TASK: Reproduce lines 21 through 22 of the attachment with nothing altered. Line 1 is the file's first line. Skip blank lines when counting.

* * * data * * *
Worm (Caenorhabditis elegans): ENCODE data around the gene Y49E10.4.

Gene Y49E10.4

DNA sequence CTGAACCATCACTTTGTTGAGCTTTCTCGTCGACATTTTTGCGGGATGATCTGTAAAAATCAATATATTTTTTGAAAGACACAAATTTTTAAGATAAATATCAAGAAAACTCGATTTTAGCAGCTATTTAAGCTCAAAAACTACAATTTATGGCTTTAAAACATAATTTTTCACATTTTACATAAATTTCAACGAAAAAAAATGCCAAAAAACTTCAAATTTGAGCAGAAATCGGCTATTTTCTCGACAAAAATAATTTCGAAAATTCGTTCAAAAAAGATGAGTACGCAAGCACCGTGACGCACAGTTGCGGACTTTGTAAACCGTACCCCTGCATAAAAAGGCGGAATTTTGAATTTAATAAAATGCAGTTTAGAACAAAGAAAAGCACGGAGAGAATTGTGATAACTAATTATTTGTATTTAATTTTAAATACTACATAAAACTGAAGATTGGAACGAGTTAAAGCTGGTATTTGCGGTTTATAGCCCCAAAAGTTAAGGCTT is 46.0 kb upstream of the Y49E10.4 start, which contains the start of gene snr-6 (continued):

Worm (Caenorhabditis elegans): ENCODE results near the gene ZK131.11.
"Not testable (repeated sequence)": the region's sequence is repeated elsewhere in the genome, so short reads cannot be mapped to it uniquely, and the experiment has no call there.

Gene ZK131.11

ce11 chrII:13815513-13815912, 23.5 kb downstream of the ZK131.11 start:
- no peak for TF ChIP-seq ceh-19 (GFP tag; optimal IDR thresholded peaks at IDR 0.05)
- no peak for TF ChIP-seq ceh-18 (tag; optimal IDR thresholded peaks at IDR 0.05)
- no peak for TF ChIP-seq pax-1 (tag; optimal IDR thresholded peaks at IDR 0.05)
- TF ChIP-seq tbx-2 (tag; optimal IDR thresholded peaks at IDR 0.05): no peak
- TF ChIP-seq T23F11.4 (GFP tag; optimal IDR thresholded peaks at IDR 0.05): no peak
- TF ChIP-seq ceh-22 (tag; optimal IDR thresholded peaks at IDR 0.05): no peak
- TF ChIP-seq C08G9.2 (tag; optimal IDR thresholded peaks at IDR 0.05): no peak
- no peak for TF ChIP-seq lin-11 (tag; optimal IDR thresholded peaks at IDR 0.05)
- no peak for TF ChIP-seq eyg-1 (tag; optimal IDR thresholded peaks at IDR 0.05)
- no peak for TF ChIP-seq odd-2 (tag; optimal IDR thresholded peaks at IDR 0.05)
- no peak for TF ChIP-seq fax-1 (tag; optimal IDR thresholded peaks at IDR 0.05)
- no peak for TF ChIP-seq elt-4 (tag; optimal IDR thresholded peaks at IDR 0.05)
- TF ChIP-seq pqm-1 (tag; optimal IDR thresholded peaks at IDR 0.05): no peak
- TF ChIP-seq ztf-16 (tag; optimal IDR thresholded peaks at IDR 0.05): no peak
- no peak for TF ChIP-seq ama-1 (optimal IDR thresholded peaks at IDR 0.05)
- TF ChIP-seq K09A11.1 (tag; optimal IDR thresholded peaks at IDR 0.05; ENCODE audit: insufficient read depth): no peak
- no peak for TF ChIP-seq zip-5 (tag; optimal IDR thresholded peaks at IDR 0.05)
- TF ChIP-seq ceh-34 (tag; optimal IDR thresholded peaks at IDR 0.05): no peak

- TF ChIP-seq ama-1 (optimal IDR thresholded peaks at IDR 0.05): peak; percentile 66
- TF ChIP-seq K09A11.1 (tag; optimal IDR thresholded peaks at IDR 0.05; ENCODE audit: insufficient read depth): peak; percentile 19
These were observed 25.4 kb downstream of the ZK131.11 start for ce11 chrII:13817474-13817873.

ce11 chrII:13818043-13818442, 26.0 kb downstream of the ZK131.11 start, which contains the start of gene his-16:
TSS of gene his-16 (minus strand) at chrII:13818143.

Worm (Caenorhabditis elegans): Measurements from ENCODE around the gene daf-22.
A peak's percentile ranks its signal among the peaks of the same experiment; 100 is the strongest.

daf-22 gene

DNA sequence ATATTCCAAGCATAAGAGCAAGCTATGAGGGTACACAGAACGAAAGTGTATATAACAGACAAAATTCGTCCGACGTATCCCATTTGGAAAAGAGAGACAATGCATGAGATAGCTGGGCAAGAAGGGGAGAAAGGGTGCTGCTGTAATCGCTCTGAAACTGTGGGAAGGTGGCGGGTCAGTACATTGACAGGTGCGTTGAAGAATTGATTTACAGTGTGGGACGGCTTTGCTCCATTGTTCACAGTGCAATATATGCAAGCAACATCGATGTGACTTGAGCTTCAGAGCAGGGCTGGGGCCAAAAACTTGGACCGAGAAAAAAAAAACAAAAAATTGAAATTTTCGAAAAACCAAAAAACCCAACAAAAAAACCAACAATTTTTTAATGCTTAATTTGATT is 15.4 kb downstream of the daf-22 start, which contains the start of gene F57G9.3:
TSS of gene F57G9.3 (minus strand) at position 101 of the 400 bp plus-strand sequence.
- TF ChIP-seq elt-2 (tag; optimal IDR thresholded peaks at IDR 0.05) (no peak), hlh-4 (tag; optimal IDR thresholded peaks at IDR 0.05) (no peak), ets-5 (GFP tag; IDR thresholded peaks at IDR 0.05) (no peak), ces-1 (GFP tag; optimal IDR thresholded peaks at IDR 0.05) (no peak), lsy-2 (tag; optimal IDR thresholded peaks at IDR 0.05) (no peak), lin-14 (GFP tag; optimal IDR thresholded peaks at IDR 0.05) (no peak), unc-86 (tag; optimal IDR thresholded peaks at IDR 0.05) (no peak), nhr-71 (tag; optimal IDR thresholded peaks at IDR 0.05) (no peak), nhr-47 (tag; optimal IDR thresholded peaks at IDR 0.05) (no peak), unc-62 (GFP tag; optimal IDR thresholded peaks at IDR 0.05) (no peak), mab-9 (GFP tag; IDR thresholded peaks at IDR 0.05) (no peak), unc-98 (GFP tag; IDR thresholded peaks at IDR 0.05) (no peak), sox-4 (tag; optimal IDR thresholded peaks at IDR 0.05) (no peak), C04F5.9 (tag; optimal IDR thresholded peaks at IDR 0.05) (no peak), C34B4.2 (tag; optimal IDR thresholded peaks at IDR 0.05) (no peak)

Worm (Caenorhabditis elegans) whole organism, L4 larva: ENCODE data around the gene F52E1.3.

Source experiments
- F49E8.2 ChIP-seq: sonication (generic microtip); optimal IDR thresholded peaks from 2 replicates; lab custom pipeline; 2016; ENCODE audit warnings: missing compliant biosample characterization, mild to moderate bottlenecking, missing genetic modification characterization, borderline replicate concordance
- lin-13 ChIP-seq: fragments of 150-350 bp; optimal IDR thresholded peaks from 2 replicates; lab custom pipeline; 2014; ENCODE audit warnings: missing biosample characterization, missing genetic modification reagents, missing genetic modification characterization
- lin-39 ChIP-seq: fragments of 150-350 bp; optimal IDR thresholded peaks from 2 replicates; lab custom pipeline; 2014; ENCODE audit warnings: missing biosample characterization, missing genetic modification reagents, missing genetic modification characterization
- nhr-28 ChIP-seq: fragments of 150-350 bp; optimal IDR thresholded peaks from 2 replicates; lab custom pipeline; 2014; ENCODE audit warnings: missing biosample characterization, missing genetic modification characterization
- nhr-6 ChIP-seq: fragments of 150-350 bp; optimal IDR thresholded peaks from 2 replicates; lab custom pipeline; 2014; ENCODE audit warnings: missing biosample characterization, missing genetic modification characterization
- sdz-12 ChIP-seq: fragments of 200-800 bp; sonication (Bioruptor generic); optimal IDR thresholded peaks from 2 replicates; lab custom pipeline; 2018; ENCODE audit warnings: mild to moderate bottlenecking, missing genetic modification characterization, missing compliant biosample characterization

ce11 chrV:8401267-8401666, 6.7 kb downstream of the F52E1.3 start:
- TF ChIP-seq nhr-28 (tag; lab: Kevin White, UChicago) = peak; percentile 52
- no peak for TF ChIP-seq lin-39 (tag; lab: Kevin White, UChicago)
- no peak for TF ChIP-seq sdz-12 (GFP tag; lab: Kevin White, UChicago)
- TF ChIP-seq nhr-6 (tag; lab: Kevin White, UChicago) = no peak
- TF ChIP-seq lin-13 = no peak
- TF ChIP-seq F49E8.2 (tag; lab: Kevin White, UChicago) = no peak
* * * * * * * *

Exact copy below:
- TF ChIP-seq ztf-16 (tag; optimal IDR thresholded peaks at IDR 0.05): no peak
- no peak for TF ChIP-seq ama-1 (optimal IDR thresholded peaks at IDR 0.05)